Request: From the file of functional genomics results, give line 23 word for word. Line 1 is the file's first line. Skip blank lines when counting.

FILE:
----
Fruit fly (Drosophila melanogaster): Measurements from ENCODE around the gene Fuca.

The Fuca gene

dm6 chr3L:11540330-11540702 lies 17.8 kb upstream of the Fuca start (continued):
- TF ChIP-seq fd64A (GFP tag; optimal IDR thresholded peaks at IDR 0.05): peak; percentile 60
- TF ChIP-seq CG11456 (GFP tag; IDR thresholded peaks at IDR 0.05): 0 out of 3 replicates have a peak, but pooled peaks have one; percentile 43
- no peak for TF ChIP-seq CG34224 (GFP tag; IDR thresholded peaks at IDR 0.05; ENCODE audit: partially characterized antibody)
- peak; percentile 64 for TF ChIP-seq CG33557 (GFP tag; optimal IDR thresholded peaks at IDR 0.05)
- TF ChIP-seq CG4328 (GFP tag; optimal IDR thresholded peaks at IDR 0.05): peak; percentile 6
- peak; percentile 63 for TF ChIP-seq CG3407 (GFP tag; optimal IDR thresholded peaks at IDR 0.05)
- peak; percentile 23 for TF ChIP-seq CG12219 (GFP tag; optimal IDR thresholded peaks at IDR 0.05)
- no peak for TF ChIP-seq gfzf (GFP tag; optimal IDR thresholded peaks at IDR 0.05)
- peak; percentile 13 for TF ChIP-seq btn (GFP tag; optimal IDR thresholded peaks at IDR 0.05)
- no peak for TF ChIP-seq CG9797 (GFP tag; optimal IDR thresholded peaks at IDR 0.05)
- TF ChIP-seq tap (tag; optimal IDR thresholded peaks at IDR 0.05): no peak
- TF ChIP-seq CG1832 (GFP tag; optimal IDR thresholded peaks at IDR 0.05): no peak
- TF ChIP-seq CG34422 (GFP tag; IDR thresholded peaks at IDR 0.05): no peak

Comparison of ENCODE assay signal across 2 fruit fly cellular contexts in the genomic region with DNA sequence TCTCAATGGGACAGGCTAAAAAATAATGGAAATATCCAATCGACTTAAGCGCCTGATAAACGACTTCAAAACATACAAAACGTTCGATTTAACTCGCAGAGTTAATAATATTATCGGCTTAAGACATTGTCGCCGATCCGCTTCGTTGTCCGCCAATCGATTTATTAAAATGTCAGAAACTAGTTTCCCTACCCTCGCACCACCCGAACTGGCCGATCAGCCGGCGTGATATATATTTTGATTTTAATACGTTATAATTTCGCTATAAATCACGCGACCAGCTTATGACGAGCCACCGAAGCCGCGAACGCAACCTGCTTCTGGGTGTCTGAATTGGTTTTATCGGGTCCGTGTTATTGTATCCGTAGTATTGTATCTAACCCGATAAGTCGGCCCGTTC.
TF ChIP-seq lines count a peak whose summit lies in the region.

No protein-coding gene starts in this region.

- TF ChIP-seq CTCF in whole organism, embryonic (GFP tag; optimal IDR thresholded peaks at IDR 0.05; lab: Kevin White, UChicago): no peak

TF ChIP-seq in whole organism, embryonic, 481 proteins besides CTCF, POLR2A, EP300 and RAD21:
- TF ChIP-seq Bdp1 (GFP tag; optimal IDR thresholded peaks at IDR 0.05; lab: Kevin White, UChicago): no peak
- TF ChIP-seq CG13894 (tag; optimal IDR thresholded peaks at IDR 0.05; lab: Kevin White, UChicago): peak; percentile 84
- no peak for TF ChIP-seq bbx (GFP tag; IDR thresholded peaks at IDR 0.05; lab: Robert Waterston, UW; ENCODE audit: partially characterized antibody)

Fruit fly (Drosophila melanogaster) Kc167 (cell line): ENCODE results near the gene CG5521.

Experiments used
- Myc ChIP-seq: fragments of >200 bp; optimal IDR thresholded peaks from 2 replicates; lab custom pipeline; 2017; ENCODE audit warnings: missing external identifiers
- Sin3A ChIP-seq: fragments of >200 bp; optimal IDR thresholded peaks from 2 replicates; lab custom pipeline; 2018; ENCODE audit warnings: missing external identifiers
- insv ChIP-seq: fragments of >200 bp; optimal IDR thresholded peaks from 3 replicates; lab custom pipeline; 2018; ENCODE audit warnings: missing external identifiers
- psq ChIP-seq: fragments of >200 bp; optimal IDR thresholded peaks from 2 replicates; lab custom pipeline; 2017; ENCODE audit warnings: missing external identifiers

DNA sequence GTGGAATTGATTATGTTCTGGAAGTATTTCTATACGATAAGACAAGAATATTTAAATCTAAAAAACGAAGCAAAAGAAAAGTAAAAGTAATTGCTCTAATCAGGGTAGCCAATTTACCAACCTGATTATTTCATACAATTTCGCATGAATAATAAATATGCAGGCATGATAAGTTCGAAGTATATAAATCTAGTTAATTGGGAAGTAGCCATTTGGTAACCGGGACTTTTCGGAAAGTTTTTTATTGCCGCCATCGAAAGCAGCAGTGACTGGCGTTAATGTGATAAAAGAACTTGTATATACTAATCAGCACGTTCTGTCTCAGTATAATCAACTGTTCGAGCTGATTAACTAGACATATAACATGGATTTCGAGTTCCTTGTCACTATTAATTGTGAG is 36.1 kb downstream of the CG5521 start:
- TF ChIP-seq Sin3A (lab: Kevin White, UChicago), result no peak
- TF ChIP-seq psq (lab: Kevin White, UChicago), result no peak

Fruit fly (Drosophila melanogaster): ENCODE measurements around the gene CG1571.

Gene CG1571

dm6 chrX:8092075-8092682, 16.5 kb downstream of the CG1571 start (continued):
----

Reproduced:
- TF ChIP-seq CG13894 (tag; optimal IDR thresholded peaks at IDR 0.05; lab: Kevin White, UChicago): peak; percentile 84